Snazzy_Sara said...

Concerning the heat lamp, it is necessary pretty much immediately, esp. if Nina continues to reject the flies coated in the vitamin powder. The cost to purchase the lamp and bulb shouldn't run you more than 20.00 max. You can use one of those clamp work lights you'd find at a hardware store (about 5 bucks or a little more) and then get a screw-in uvb bulb from the pet store (maybe 10.00 or thereabouts). I would def. not let Nina go for more than 2 weeks without a heat lamp, IMHO. I actually have a uva/uvb screw in bulb and clamp-lamp I used for my turtles before I turned the little guys over to a nature preserve (WITH permission and caution). If you want it, I can mail it to you for free, what else am I gonna do with it? lol

mr_subjunctive said...

Well, if you're offering, I'd be willing to take them off your hands and reimburse you in exchange for postage: e-mail me about it and we'll talk.

Anonymous said...

Snazzy_Sara answered well, sorry for the late reply.
Indeed, dietary supplements of D3 could do for a while, maybe a month, but heat/basking is really what you are needing asap for her to engage in normal feeding behavior. However, it is still normal for an anole to refuse food during the first week or two when moved in a terrarium, simply by stress, and especially when parameters are not optimal. Moreover, anoles will not consider eating when they feel like the temperature will not allow them to digest well.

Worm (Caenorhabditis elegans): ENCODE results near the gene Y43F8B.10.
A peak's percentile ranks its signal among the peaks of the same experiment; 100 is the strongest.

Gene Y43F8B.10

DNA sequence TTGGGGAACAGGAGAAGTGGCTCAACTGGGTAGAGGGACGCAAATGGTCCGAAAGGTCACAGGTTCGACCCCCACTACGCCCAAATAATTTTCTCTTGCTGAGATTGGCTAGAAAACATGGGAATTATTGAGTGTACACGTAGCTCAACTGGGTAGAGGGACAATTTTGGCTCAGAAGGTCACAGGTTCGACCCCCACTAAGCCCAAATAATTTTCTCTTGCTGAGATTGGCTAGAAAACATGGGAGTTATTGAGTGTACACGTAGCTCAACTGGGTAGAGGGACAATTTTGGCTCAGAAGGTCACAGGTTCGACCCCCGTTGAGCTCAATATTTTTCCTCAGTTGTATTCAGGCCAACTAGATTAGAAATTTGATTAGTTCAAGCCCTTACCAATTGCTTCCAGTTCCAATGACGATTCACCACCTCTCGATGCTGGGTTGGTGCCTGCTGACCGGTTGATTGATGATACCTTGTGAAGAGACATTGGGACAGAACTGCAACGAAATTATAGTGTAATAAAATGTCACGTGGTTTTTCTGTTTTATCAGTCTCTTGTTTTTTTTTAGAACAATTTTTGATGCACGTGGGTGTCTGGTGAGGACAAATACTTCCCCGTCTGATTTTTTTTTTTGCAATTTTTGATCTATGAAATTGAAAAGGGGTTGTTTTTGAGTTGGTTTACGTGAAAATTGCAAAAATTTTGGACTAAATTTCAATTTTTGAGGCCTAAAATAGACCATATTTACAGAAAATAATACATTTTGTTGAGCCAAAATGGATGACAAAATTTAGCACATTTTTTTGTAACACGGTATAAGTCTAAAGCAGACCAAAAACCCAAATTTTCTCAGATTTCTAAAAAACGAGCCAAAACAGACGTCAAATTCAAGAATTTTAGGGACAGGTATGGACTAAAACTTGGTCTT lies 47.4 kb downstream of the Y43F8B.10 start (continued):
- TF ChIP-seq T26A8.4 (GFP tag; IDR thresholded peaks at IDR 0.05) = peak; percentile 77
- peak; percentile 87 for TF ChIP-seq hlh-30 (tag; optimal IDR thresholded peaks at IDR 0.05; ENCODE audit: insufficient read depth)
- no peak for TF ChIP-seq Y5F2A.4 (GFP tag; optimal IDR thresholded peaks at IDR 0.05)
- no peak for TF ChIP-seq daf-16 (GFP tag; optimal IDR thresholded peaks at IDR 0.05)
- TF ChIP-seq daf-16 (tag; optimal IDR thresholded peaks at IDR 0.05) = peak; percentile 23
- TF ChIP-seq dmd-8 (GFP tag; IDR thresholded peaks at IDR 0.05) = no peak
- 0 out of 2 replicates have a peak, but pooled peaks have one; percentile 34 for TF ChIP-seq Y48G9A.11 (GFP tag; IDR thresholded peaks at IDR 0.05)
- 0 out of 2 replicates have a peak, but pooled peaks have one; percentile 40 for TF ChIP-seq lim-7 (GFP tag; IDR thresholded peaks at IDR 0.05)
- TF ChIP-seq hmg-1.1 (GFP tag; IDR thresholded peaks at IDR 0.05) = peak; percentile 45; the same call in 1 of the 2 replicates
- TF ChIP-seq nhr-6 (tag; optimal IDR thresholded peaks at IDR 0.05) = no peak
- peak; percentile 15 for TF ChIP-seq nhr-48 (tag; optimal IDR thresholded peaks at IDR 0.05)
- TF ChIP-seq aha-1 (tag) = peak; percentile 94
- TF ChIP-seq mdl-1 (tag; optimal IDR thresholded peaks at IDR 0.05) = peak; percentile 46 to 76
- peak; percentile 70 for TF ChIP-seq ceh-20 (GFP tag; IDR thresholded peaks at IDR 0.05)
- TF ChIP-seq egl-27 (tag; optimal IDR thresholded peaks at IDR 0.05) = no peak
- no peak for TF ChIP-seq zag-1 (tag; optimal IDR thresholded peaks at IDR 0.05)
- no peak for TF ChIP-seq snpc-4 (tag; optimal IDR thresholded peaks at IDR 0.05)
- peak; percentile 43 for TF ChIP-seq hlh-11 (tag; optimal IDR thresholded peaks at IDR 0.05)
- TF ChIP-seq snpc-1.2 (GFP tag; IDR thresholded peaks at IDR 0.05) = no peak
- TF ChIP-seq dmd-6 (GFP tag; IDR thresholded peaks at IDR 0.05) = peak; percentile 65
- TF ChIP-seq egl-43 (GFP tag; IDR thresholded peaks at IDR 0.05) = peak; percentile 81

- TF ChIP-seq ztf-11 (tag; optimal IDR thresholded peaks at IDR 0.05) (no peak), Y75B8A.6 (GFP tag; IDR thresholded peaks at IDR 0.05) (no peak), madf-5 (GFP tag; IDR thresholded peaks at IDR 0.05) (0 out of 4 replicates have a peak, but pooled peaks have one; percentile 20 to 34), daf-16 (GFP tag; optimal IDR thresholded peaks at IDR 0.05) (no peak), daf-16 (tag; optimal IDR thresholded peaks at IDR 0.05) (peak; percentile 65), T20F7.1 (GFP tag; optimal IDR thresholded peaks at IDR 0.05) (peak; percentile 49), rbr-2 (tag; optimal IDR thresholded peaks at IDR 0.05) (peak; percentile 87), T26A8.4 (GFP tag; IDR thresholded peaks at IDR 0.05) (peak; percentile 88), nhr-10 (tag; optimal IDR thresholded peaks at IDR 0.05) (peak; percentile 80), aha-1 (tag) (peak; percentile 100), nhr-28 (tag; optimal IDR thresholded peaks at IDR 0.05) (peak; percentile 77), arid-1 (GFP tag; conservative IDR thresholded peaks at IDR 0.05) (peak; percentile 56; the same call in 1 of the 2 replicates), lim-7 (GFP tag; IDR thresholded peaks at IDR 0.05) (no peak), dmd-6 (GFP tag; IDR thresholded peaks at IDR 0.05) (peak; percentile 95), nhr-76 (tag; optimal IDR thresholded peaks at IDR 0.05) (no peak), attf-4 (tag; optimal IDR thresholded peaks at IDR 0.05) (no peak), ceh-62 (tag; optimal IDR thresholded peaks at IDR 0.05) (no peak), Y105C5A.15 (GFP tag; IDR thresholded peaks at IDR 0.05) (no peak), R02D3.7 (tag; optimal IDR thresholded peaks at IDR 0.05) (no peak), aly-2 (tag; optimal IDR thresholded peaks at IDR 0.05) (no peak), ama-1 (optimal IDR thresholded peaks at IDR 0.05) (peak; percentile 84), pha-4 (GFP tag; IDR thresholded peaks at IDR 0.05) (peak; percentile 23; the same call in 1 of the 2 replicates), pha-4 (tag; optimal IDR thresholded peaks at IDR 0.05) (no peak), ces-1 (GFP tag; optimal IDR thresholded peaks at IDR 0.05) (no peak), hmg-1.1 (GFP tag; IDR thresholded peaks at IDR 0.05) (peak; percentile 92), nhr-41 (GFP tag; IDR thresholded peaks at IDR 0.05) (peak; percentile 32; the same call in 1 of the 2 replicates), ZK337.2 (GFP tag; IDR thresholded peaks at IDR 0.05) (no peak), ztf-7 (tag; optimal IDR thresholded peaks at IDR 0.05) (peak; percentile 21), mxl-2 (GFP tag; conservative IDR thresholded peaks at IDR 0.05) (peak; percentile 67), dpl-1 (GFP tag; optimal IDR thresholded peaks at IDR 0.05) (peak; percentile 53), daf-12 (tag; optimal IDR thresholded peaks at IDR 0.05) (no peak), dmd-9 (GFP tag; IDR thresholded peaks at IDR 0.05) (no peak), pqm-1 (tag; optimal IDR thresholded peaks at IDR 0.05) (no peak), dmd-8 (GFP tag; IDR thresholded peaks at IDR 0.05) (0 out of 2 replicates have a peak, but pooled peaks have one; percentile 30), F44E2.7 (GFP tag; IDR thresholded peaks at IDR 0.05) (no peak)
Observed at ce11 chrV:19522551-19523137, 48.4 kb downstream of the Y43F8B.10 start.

Indeed, fruit flies are expensive and not the best sample prey to feed them for various reasons, but for now it's better than nothing.
Fruit flies are quite small, even for anoles, so try to release them on a clear and bright surface in order to increase contrast for the anole to see them more easily, like putting a white plastic lid upside down on the terrarium substrate, with a fruit piece in the middle, and releasing the fruit flies on it. They should stay around the fruit and be easier to see for the anole.